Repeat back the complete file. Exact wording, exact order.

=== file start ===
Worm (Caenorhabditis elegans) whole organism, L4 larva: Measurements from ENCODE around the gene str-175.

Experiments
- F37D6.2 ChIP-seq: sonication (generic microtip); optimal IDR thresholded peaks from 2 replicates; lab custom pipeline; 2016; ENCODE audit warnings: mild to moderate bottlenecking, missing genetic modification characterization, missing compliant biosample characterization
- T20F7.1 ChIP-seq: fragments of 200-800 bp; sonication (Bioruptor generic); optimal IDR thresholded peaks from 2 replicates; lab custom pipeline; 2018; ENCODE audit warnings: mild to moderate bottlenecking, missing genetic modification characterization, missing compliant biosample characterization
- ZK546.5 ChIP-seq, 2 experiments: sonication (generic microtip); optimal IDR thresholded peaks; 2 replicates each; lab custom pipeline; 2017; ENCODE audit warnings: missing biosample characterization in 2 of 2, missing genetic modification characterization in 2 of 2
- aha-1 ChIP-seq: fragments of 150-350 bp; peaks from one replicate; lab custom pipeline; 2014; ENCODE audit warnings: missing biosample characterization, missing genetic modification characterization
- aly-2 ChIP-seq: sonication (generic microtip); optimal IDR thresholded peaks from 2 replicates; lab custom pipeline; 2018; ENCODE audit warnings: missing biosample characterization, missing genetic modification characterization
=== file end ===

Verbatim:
Worm (Caenorhabditis elegans) whole organism, L4 larva: Measurements from ENCODE around the gene str-175.

Experiments
- F37D6.2 ChIP-seq: sonication (generic microtip); optimal IDR thresholded peaks from 2 replicates; lab custom pipeline; 2016; ENCODE audit warnings: mild to moderate bottlenecking, missing genetic modification characterization, missing compliant biosample characterization
- T20F7.1 ChIP-seq: fragments of 200-800 bp; sonication (Bioruptor generic); optimal IDR thresholded peaks from 2 replicates; lab custom pipeline; 2018; ENCODE audit warnings: mild to moderate bottlenecking, missing genetic modification characterization, missing compliant biosample characterization
- ZK546.5 ChIP-seq, 2 experiments: sonication (generic microtip); optimal IDR thresholded peaks; 2 replicates each; lab custom pipeline; 2017; ENCODE audit warnings: missing biosample characterization in 2 of 2, missing genetic modification characterization in 2 of 2
- aha-1 ChIP-seq: fragments of 150-350 bp; peaks from one replicate; lab custom pipeline; 2014; ENCODE audit warnings: missing biosample characterization, missing genetic modification characterization
- aly-2 ChIP-seq: sonication (generic microtip); optimal IDR thresholded peaks from 2 replicates; lab custom pipeline; 2018; ENCODE audit warnings: missing biosample characterization, missing genetic modification characterization